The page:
Nature this week says that genome-wide association studies have reached a "fever pitch." The Wellcome Trust Case Control Consortium of 50 British research teams reports a study of more than 17,000 people. For each of the seven major diseases under scrutiny, they surveyed the genomes of about 2,000 people. Comparing these cases to controls, the consortium identified 24 risk factors: one for bipolar disorder, one for coronary artery disease, nine for Crohn's disease, three for rheumatoid arthritis, seven for type 1 diabetes, and three for type 2 diabetes (no risk factor was determined for hypertension). The related News and Views article points out that researchers still need to determine how environmental factors affects which people actually come down with the disease.
On a related note, a feature discusses establishing guidelines for genome-wide association studies. Replication, says the NCI-NHGRI Working Group on Replication in Association Studies, is needed to determine if an association is credible, but what constitutes appropriate replication isn't established. In addition to publishing their results, they suggest researchers should provide detailed experimental design information, as well as descriptions of their genotyping and statistical methods.
Moving away from association studies, University of Tokyo researchers report that the draft medaka (that's a bony fish) genome has 700 megabases — half the size of the zebrafish. By comparing the medaka to humans, pufferfish, and zebrafish, the researchers say that eight interchromosomal rearrangements occurred within 50 million years and after that, for more than 300 million years, the medaka kept the same karyotype.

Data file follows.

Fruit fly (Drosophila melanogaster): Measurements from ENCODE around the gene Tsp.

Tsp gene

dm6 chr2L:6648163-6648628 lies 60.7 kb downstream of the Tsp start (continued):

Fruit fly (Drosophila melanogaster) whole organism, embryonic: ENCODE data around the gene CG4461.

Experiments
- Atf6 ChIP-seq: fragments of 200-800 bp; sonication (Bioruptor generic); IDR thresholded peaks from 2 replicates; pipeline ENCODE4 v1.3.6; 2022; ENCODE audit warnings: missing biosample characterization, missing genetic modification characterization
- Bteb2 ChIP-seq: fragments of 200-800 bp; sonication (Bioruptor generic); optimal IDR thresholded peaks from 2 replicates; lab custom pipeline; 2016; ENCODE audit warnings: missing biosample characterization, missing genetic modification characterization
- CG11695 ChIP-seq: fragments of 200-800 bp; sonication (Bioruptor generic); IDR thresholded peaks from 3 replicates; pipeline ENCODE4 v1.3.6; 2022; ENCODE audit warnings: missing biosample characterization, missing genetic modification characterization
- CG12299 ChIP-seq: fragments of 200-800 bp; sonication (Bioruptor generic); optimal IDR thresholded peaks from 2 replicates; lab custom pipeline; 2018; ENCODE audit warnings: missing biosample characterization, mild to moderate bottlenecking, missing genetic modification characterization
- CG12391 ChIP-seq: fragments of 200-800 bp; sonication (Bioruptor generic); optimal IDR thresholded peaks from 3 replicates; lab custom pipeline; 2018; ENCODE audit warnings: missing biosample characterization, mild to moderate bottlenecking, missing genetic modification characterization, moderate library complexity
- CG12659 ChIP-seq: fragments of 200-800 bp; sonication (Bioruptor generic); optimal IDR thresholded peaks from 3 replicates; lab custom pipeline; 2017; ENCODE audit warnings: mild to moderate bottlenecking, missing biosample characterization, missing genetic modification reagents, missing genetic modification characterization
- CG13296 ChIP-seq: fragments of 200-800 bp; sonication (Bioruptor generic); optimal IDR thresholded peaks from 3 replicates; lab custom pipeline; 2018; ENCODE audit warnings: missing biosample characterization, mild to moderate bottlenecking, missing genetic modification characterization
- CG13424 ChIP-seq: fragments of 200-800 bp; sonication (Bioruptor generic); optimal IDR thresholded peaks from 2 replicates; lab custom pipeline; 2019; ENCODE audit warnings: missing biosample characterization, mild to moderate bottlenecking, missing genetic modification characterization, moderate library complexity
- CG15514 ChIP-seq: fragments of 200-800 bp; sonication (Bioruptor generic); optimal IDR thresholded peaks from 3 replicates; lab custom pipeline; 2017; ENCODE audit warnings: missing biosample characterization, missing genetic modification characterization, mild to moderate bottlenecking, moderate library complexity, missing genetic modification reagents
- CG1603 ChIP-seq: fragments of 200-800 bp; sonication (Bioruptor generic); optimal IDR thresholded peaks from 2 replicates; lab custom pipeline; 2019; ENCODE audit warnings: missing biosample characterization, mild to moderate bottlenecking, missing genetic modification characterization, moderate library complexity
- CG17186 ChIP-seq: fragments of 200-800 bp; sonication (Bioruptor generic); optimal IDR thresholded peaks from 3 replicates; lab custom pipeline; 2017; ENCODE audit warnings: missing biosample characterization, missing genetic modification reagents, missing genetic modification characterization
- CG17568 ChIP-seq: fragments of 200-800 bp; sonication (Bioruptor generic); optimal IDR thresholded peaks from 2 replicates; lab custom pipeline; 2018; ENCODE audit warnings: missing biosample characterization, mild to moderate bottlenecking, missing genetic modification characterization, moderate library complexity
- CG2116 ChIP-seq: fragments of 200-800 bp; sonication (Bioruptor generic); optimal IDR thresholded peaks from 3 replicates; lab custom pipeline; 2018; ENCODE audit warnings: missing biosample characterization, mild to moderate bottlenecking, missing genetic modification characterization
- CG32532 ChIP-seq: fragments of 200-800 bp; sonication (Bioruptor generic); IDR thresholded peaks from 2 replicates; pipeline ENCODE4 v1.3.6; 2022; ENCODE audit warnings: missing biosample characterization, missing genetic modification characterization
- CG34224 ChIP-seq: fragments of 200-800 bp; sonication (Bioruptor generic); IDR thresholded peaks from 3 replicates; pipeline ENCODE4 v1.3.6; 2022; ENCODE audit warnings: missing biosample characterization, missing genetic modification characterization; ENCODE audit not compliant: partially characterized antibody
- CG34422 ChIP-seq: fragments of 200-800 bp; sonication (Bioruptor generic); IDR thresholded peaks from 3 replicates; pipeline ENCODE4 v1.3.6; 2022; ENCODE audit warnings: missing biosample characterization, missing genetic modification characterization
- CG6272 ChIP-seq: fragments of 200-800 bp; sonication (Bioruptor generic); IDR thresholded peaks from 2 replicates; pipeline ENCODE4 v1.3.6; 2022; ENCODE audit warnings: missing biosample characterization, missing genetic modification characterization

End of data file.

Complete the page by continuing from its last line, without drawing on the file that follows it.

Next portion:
As the New York Times points out, researchers have been building on Shinya Yamanaka's technique of reprogramming a skin cell to its embryonic state. In the advance online publication section of Nature, there is an article by Yamanaka and one led by Rudolf Jaenisch that improve upon and replicate the method of transferring four transcription factors into skin cells to make them pluripotent (there is a related article in Cell Stem Cell). The associated News and Views says, "The race is now on to apply the surprisingly straightforward procedure to human cells."